A key gene that can cause defects in insulin secretion in people with Type-2 diabetes as well as in those with Down syndrome has been identified by a team of researchers.
Type-2 diabetes (T2D) is a complex metabolic disease associated with obesity and insulin resistance due to pancreatic beta-cell dysfunction.
‘Over expression of the gene RCAN1 is responsible for pancreatic beta-cell dysfunction, resulting in insulin resistance among people with type 2 diabetes and down syndrome.’
Many individuals with Down syndrome experience lower insulin secretion, mitochondrial dysfunction and increased oxidative stress in the insulin-producing beta cells of the pancreas.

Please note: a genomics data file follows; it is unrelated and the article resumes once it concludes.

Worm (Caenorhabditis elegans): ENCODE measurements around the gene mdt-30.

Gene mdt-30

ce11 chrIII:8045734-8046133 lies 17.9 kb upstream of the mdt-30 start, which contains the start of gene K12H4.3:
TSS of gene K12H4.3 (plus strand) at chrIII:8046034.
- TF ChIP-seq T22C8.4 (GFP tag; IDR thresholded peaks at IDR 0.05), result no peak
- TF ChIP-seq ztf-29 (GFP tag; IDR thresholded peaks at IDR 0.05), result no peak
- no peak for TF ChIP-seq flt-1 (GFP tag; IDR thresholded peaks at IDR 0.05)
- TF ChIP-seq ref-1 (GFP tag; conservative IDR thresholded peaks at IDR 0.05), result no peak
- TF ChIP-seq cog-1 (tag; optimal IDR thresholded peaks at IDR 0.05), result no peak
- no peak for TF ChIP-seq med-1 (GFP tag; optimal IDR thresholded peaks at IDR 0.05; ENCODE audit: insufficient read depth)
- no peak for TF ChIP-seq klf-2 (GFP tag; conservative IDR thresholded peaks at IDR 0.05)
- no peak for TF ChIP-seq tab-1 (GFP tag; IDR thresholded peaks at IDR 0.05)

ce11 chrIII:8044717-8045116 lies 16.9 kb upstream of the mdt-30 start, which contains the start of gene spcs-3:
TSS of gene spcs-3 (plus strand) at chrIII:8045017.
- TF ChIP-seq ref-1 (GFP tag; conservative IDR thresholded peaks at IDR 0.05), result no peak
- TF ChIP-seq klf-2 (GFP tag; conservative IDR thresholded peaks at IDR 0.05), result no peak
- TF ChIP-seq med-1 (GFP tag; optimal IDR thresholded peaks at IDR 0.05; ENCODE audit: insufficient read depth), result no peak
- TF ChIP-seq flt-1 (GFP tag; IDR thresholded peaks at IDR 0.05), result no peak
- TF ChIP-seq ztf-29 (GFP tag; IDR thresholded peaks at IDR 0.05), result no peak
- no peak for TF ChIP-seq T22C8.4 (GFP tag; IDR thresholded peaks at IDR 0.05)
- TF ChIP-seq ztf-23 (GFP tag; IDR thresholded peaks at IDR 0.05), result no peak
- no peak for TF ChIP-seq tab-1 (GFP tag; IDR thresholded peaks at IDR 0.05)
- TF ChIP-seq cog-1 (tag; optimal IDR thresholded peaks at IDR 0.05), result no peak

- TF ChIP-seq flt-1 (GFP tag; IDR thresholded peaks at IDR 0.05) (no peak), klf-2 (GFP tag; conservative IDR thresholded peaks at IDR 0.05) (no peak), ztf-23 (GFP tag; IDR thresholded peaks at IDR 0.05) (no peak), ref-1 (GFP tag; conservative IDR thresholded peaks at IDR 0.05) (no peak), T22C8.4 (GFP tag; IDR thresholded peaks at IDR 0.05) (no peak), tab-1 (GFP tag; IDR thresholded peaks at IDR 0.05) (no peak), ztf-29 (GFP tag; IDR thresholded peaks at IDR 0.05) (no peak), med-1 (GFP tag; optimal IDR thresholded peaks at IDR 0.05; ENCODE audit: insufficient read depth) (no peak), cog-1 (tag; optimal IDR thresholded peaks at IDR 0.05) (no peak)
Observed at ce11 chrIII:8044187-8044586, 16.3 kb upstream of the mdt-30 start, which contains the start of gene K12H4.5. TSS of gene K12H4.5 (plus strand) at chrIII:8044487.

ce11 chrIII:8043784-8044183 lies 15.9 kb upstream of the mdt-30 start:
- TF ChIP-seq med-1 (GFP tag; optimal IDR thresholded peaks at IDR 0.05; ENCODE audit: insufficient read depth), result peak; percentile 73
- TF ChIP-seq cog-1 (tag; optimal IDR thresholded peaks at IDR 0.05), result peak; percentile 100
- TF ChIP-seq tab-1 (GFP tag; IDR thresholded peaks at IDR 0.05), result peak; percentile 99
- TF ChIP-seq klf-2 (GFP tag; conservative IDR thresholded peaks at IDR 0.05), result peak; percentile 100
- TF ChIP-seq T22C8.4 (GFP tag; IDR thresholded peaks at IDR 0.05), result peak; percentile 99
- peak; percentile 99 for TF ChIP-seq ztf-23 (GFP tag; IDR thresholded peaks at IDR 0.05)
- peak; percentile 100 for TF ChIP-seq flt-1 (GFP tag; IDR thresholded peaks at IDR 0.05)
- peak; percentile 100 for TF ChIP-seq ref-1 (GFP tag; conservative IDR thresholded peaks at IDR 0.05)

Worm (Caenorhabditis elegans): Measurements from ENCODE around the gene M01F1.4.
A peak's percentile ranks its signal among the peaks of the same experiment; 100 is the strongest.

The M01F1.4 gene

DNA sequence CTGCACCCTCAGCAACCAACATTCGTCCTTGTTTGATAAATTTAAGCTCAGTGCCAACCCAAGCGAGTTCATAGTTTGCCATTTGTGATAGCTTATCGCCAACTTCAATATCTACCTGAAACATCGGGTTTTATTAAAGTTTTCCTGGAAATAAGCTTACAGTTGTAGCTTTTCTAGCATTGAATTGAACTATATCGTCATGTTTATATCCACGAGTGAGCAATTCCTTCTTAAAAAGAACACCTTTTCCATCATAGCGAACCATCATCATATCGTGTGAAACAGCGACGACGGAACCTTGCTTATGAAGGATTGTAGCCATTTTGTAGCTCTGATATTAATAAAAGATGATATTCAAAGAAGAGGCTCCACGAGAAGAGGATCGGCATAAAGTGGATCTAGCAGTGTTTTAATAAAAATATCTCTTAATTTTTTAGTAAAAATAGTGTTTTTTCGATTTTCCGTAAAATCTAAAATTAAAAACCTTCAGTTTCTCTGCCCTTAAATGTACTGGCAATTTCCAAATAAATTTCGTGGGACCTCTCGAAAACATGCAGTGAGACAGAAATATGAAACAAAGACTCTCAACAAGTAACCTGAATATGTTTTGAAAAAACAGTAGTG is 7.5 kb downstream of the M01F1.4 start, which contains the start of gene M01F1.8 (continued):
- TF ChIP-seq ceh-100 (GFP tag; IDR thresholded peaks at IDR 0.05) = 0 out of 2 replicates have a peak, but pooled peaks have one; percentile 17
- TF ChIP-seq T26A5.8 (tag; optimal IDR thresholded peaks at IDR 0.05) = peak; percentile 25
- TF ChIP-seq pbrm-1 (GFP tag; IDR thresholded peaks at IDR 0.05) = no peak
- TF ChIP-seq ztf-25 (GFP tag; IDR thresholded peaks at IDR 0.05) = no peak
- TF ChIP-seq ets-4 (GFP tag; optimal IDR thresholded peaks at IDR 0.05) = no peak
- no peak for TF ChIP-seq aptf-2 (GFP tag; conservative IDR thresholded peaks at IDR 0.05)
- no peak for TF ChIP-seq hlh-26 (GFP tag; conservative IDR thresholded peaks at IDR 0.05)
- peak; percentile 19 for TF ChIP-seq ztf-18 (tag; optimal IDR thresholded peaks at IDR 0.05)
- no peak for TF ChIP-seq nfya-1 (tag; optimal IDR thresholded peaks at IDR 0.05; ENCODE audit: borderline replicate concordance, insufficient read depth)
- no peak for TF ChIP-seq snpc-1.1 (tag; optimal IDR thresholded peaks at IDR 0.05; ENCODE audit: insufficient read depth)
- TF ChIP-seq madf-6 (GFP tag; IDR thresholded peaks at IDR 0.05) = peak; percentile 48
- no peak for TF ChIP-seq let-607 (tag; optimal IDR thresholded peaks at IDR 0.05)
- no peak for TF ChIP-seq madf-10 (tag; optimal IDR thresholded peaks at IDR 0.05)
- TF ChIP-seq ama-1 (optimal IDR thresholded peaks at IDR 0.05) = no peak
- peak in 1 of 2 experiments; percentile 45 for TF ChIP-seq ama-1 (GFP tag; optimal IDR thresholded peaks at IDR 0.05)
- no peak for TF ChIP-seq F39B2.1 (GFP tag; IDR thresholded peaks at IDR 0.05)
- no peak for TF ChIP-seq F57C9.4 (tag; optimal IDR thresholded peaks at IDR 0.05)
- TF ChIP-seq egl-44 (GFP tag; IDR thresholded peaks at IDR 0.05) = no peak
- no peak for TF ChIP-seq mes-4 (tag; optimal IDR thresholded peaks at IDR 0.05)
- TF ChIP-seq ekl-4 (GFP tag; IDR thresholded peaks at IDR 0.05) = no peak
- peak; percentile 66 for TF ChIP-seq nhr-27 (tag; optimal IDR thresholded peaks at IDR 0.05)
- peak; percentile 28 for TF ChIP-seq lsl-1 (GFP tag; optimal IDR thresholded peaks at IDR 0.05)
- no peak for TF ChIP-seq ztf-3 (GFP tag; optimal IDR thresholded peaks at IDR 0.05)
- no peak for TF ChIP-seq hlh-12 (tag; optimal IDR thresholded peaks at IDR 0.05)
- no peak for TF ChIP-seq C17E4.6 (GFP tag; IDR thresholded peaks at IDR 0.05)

These same conditions also appear in people with Type 2 diabetes.
In experiments with mice, the researchers found that the over expression of the gene RCAN1 can cause these problems common in both the disorders.
The findings, detailed in the journal PLOS Genetics
, suggest that this gene may be playing a lead role in development of Type-2 diabetes in the general population.
For the study, the team led by Damien Keating, professor at Flinders University in Australia, used four mouse models, two with high blood sugar and two without to identify genes duplicated in Down syndrome that contributed to problems with insulin secretion.
They narrowed down the list by comparing it to genes over expressed in beta cells from humans with Type-2 diabetes.